Ontario recently announced its revised Sexual Education Curriculum to be rolled out in September 2015. There has been much debate surrounding this due to the fact that it discusses things like "sexting," oral and anal sexual activities, as well as introducing students to homosexual family models, etc. Protests have erupted over much of the material, many highlighting that the curriculum is inappropriate for students.
Truthfully, I think that this is a great step forward, as it illuminates real-world issues that our youth are facing today. One area that is poorly lit in this version is information or resources for students with disabilities, and that is where I would like to take the discussion today.
Upon reading the curriculum, I arrived at it with a good dose of skepticism, but I remained hopeful. What I found did not come as a surprise. In the document, disability is only mentioned a handful of times, and the way that it is presented caused me some concern. The first mention of disability discusses the need to adapt particular health classes for Persons with Disabilities as needed. This is important because it highlights that students with disabilities may require additional supports in the classroom, and in consultation with the family and student, they will be accommodated as much as possible. I really liked this part, and was initially pleased to see that such efforts were being made.
The cause for concern comes when the document starts to engage the topic of sexuality for the PwD. Almost immediately, it highlights the risks of sex for Persons with Disabilities, and how they may not have the social or emotional faculties to understand, appreciate or enjoy the sexual experience. When I read this my first thought was, "Wouldn't this apply to all young people who were learning about their bodies for the very first time?" I understand that the language was carefully crafted to account for the unique experiences of disability, but what they have done, albeit unintentionally, is to "other" students with disabilities. By only highlighting the risks and failing to discuss the possible rewards of a healthy sex life for Persons with Disabilities, the messaging that students are getting is that sex and disability do not go well together.
Further along in the document, there is a scenario wherein a student says that they want more resources for Persons with Disabilities made available. After the quote from the student asking for this, there is no solution offered whatsoever.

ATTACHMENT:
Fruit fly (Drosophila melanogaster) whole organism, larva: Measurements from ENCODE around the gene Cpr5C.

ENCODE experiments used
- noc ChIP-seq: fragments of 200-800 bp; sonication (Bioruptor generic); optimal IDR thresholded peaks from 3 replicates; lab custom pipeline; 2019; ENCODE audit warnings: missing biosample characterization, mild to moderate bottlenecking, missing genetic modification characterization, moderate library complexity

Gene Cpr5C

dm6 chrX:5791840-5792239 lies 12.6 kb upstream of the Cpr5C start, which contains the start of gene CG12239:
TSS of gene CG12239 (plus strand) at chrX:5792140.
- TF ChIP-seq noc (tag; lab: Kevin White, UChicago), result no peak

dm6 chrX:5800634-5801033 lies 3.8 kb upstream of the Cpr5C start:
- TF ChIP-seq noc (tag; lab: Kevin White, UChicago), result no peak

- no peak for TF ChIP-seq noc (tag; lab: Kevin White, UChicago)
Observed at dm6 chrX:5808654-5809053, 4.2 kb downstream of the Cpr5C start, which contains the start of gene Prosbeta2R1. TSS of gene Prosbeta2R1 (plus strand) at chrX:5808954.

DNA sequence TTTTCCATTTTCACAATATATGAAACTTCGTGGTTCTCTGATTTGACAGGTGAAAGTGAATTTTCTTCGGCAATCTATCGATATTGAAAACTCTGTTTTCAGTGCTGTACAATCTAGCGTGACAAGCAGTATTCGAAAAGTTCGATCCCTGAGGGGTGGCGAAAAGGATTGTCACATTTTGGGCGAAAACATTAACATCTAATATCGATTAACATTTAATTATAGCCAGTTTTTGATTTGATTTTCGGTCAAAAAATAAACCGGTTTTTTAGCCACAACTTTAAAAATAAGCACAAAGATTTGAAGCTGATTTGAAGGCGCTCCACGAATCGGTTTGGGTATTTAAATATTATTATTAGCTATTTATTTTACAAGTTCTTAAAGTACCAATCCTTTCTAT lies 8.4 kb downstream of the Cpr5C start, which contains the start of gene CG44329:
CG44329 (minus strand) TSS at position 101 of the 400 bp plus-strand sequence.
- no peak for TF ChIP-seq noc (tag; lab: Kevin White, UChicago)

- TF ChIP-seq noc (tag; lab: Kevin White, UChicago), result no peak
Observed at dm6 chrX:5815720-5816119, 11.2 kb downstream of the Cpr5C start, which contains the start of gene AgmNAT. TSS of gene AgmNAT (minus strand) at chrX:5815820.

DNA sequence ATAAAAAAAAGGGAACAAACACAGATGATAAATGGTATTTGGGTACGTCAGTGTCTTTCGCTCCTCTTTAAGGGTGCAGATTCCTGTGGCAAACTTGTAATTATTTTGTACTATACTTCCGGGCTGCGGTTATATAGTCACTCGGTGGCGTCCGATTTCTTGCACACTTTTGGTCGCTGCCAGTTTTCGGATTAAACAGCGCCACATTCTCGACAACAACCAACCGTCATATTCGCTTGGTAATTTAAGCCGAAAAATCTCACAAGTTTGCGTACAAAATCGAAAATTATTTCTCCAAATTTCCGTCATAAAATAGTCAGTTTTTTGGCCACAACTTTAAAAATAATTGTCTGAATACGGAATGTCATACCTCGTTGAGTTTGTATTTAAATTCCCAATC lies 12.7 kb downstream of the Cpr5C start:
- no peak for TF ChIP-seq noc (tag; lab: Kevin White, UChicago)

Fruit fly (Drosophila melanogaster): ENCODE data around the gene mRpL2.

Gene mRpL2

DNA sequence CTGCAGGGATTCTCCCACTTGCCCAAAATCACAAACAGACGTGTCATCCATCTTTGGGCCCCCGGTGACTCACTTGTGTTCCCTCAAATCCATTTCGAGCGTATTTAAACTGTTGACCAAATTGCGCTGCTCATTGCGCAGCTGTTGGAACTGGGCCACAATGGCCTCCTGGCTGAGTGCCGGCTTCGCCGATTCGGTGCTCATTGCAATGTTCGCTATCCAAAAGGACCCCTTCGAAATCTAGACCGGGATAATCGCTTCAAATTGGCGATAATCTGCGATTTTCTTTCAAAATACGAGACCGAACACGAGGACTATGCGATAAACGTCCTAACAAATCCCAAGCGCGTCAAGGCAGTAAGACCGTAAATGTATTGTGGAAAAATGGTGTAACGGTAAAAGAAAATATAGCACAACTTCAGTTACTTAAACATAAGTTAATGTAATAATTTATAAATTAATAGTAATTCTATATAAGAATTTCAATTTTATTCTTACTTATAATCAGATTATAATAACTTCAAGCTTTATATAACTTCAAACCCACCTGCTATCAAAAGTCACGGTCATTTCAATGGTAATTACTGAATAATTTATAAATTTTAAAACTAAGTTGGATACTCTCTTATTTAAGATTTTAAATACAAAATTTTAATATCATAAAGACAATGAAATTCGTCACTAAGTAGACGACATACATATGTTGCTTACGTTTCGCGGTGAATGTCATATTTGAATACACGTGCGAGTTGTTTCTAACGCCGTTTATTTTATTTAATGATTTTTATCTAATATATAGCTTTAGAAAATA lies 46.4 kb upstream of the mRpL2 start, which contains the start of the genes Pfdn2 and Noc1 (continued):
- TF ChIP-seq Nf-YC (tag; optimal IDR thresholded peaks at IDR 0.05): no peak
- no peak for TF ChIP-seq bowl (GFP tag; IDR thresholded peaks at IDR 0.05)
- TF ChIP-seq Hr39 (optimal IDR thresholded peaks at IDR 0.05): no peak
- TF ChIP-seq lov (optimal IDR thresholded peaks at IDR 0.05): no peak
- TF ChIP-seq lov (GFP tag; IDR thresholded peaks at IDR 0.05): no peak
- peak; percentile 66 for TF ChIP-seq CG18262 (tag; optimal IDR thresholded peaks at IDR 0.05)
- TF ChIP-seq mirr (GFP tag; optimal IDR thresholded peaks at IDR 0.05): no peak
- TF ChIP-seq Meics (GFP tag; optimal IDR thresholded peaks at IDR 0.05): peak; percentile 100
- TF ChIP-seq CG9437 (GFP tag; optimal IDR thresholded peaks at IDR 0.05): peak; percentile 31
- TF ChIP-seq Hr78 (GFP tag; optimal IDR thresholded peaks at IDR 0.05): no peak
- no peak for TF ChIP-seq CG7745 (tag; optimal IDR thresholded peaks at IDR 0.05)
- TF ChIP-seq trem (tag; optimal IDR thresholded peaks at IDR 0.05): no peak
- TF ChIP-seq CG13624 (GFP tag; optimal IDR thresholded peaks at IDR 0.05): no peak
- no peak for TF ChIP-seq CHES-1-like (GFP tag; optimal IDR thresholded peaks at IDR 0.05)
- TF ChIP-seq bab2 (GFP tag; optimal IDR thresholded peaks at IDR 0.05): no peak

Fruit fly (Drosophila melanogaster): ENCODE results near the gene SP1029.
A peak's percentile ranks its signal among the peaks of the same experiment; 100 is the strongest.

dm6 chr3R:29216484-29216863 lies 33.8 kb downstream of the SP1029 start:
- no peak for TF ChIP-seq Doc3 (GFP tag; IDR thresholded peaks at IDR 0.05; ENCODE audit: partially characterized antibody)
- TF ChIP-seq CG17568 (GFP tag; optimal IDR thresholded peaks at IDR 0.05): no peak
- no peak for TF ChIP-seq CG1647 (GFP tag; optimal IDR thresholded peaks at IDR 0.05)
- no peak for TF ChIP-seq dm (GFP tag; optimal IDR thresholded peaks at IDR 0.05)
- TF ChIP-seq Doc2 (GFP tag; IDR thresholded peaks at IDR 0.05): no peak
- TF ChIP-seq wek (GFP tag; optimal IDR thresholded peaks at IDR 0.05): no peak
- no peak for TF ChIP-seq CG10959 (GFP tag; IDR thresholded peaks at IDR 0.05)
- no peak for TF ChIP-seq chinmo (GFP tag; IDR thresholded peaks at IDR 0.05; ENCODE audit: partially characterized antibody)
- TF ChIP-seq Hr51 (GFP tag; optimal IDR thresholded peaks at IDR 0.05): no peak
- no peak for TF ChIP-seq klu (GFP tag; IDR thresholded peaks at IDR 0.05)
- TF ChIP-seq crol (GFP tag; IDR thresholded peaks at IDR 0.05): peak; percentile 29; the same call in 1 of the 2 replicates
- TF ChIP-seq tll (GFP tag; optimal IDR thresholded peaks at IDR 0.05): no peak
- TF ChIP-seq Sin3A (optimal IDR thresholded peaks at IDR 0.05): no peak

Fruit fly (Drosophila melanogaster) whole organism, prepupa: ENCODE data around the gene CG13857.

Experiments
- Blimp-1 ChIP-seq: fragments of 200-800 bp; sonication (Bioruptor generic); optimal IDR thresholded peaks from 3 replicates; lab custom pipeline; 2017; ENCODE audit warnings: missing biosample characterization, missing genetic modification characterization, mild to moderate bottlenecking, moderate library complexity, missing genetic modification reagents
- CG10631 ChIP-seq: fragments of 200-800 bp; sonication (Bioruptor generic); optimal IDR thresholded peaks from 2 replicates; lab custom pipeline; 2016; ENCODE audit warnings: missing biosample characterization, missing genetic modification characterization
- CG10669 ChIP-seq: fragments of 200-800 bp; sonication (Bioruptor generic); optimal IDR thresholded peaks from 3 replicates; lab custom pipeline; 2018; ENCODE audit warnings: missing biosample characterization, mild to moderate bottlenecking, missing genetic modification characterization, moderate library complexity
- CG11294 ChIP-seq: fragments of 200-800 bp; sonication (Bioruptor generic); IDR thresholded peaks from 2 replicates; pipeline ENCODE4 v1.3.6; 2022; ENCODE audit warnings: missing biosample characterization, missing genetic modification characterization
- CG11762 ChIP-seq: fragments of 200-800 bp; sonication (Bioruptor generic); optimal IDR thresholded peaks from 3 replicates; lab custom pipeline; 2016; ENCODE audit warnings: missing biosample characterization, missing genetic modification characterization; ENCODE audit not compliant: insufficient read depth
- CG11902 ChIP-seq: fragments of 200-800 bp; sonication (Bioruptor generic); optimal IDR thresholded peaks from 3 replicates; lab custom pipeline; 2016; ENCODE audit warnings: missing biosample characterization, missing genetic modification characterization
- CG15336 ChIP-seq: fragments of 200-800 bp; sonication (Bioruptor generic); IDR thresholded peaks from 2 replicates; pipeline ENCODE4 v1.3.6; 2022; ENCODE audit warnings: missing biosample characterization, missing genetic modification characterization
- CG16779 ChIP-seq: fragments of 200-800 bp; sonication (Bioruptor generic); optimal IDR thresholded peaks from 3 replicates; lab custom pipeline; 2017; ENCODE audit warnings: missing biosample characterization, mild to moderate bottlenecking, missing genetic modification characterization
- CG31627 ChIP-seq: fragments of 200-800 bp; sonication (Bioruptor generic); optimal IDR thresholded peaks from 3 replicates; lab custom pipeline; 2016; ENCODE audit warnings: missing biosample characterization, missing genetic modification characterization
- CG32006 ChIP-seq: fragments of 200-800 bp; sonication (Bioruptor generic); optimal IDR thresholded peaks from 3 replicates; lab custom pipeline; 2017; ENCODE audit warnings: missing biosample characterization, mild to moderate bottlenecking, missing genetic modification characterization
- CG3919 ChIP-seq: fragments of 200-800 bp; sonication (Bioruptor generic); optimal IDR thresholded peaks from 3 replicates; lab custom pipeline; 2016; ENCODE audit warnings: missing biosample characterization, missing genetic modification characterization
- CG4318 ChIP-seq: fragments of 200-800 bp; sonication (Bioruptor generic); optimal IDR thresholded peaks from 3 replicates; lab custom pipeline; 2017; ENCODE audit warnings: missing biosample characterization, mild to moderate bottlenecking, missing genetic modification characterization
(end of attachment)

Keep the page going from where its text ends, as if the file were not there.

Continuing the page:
It is clear that the curriculum was trying to tactfully address issues that all students in Ontario face, and wanted to be careful not to single out one particular community. That said, I believe that so much more could have been done to introduce the world to the Deliciously Disabled, and I would like to suggest a few possibilities if I may:
1. Crip the Conversation: I think we all would like to forget those videos from the 80s and 90s where Johnny gets his first erection, and Mary gets her period, right (go on, I can hear the snickering from here)? I remember them being god awful and giggling alongside my pubescent pals, but I also remember never seeing a representation of myself in those films. Why not have Johnny or Mary using a wheelchair or mobility device? This would allow for students with disabilities to connect with the material on a much deeper, personal level. It would also allow for the non-disabled identified students to ask questions about sex and disability in a safe and positive environment. As one who has given many speeches on sex and disability at many a University lecture hall, I can tell you that we need to have these conversations early and often, so that the misconceptions around sex and disability don't implant themselves in the minds of our youth and take root.
2. Bring Persons with Disabilities into the classroom to talk to the youth - all of them: Bring in real live PwD, so that they can teach the students from their lived experience. Everyone can learn about the realities of sex and disability from someone who navigates it daily. Perhaps then it won't seem so scary to either the student or the teacher frantically searching textbooks trying to find answers.
3. Talk about Sexual Health and Disability as a Whole Concept: I think it is important that when we engage with the topic of sex and disability in education, we move beyond a risk assessment analysis and start talking about the rewarding aspects of it as well. How is it different, but how can we frame that as an opportunity rather than an obstacle? We need to tell students with disabilities that their bodies have value, and by only discussing the propensity for problems, we are not doing that.
The new Sexual Health and Education Curriculum is indeed a great jumping off point to start engaging of the realities of sex and sexuality for our young people today. That said, when they built this new platform on which sex and sexuality will be disseminated, they forgot to put in a ramp, so that all students could fully access it.
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